C2 Scientist's tips

1. Use components wisely: usually it's a good idea to make a component for every texture you use. That means: don't put, for example, grass field and asphalt road in the same component. That's because CarEd can only handle one texture per component, and later in PT2 you would have to select all the road's triangles to apply that asphalt texture into it. But if you split the the surfaces in separate components, you just have to use PT2's "select all faces on the model" (model = component) to select the faces and do the advanced texture mapping. On the other hand, don't let the triangle count get above 100, or your triangle management will get too slow. (If you have to delete some triangle, for example) Sure, this will make a big list of components, but you could write small descriptions for them in notepad, if you want.
[EDIT: In GMax, you can combine same-texture-using components together, because triangle management is easier there]

2. CarEd wasn't designed for huge tracks, so maybe you should use a scale of 1:10. So you would create a miniature model, and at the end you would just multiply its size by 10. (Component edit's model transform: apply to all visible components) Otherwise CarEd might crash when loading the track again. Make multiple back-ups!
Swimming pool's cover
3. Sometimes it's not necessary to use huge amounts of triangles in certain places. Let's take a swimming pool's bottom, for example. If the bottom is very complex-shaped instead of just square, you don't have to define those triangles from point to point: A square surface which covers the bottom looks like the same, but still improves the frame rate a bit. Just be careful if you have to move the vertices later: some gaps could appear, because all of the triangles don't use the same points.

Sometimes there are triangles you will never see, like in some pillars that are between floor and ceiling. You just have to make triangle to the sides, because you will never see the top and bottom surface of the pillar because of the floor and ceiling. (Unless the pillar is tippable)

4. Make shared points: if some components would use same points for triangles, copy them from component which already uses them. (edit/copy selected points) If you move a shared point from one component, the same shared point in the other component will move as well.

5. Use translate locks: you'll get an accurate translating for points. Use TAB to switch the locks: Horizontal lock / Vertical lock / Free translation (normal).

6. Use shortcut keys. (Some of the PT2 shortcuts only work if you have Cesm's PT2 modifications)
Note: In PT2, some of the shortcuts don't work if the cursor is not over one of the camera windows. So keep the cursor over a camera window while pressing shortcut keys, and they'll work correctly. And check what mode is toggled. (Object/faces/vertices) If you want to select all faces by pressing SHIFT+J, make sure the "faces"-mode is toggled. (Toggle it by pressing F, or by clicking mode/toggle face mode)

Plaything 2:

= Save
= Deselect everything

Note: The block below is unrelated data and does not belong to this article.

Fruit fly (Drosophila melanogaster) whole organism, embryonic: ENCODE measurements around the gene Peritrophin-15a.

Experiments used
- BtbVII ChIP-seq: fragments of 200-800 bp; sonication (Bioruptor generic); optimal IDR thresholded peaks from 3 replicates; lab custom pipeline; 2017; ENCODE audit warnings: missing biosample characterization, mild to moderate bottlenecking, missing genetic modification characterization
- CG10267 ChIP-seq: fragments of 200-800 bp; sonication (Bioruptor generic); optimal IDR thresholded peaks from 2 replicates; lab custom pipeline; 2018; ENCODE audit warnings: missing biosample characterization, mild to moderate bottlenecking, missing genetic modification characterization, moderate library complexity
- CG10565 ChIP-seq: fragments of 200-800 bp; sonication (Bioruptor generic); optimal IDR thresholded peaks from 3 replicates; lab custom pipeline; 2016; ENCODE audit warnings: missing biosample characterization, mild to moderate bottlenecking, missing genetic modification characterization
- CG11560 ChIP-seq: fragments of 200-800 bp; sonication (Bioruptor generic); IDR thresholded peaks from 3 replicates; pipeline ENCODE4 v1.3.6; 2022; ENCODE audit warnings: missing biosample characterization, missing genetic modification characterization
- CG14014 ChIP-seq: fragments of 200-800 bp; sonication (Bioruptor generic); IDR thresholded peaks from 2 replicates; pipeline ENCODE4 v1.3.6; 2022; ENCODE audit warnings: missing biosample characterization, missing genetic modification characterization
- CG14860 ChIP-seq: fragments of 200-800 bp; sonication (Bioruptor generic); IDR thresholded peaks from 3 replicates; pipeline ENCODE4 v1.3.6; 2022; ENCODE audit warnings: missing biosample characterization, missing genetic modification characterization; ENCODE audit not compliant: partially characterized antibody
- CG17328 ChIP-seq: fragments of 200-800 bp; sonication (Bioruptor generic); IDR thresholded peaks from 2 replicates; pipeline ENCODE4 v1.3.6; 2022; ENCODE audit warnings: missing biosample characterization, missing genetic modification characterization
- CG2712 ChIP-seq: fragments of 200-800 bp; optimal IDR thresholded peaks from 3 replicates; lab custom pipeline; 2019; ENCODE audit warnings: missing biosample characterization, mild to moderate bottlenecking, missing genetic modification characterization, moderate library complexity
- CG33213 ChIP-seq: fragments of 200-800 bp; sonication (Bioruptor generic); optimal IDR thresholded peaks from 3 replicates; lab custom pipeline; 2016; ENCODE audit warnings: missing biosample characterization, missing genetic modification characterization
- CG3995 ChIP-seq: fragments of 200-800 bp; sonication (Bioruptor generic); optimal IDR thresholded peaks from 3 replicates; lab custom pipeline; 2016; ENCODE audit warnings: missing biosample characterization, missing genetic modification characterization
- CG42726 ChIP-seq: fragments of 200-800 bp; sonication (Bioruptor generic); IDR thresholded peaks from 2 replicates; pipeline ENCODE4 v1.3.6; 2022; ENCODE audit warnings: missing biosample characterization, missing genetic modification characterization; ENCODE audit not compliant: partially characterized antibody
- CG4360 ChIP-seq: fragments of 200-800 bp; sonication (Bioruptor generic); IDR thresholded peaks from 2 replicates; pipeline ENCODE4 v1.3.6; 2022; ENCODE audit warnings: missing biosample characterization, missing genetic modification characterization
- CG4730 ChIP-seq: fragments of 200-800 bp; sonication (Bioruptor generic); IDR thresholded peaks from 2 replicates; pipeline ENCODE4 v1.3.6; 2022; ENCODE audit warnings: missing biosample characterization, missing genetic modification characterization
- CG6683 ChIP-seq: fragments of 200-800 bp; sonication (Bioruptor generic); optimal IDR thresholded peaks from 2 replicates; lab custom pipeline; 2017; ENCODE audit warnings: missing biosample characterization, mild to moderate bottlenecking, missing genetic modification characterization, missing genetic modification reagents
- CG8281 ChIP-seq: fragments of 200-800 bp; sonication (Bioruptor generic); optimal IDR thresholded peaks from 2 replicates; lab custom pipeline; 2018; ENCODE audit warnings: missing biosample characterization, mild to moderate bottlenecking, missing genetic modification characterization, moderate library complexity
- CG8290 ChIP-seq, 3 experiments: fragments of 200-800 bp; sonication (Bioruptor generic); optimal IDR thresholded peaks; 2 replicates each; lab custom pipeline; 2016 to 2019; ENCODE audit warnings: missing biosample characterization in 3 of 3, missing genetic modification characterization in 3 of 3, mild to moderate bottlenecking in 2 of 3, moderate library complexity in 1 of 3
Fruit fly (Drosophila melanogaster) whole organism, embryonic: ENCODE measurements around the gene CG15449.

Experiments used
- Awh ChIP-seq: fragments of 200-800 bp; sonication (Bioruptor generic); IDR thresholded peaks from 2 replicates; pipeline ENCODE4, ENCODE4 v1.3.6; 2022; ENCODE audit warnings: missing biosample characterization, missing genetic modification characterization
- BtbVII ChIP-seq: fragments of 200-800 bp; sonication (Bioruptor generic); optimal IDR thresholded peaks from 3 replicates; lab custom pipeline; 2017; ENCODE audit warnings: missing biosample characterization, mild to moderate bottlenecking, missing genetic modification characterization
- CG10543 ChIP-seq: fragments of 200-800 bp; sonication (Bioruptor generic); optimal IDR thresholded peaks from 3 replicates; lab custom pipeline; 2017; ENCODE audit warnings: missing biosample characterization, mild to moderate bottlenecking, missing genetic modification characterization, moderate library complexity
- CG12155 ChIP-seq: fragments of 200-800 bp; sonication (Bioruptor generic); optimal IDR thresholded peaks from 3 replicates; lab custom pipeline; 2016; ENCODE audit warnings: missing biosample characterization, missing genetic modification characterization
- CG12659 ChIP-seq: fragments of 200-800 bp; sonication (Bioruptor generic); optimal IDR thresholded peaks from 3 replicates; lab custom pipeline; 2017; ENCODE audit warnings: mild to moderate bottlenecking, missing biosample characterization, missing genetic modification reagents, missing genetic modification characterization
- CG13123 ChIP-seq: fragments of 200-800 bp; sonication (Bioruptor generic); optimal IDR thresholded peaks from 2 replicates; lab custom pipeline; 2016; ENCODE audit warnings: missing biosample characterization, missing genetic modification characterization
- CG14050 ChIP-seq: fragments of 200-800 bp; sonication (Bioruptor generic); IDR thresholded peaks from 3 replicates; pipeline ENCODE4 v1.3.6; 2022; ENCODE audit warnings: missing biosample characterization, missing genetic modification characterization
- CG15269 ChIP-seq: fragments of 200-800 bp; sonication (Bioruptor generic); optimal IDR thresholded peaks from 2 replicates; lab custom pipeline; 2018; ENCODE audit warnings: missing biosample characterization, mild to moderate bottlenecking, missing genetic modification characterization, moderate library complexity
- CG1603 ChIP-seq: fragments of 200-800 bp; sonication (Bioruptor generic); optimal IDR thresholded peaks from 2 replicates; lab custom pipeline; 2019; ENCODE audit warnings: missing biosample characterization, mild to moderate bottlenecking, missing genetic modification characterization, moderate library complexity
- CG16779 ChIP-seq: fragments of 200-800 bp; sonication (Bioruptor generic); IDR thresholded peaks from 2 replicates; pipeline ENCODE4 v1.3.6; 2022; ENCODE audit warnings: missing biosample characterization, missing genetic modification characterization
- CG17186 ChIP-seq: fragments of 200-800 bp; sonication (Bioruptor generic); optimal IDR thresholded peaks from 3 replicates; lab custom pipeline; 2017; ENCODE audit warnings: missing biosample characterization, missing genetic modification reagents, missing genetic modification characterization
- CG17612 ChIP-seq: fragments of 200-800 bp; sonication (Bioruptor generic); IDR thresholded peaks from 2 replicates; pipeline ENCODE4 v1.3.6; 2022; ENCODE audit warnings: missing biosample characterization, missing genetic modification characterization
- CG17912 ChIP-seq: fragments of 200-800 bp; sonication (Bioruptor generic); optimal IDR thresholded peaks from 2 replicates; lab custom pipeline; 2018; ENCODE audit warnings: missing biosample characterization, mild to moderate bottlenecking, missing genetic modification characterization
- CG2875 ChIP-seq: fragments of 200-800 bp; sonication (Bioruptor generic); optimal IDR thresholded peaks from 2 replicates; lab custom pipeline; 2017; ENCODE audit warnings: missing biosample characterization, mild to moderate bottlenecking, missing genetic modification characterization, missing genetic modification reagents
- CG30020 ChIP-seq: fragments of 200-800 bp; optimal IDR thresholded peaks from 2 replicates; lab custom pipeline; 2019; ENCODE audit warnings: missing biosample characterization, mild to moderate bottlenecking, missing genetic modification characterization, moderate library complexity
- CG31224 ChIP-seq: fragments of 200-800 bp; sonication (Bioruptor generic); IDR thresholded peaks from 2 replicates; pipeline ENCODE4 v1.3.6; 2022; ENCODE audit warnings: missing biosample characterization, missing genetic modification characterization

= Object mode
= Face mode
= Vertex mode
= Zoom in
= Zoom out
= Import a new object (ACT-file)
= Make new material from a .TIF-file
= Translate object
= Amalgamate (join) selected models
= Select all faces on the model (fast and easy!)
= Show preferences (options)
= Rename actor name of the selected object
= Configure views (cameras)

= Define a triangle
= Invert a triangle
= Select previous triangle
= Select next triangle
= Cut selected points
= Copy selected points
= Paste selected points
= Undo
= Load trace image (left)
= Load trace image (front)
= Load trace image (top)

7. When you are mapping textures to curved roads, you'll notice that normal mapping methods aren't the best ones for the job. Fortunately Stainless had made a special "Road mapping"-tool which is very helpful. You can find this by right-clicking some of the viewports and choosing "Road mapping". Let's learn this one now. In the pictures I have a simple curved bridge. I need to get the road look like a real road by mapping a texture to it correctly. First I'll select six first triangles. (Tip: With wireframe-mode (W), it's easy to find the triangle edges) Then I choose a texture, right-click on the viewport, and choose "Road mapping". I make sure that the "variable width" is marked and then choose the number of lanes and press "Apply". Then I move on. The highlighted triangles will be deselected (D), and after that I'll select more triangles and apply the road mapping into them.

If something like in picture 4 happens, just select about 4 previous correctly-mapped triangles in addition to strangely-mapped triangles, and try applying "road mapping" again. Don't be surprised of the strange mapping effects, those happen every now and then. I don't if the following is true, but I think you avoid some of these problems by first selecting 4 correctly-mapped triangles, and then adding the unmapped triangles in that order how the road goes on (be careful that you don't skip any triangles!) , and finally applying the road mapping. Picking one from here and another from there seems to cause errors more often.

I tested mapping by using correct method and wrong method. Correct method is to select the triangles as the road goes forward, while in the wrong method I picked the triangles from random places. In both methods I first mapped correctly the six first triangles, and then the 30 other triangles. The results are in the big picture: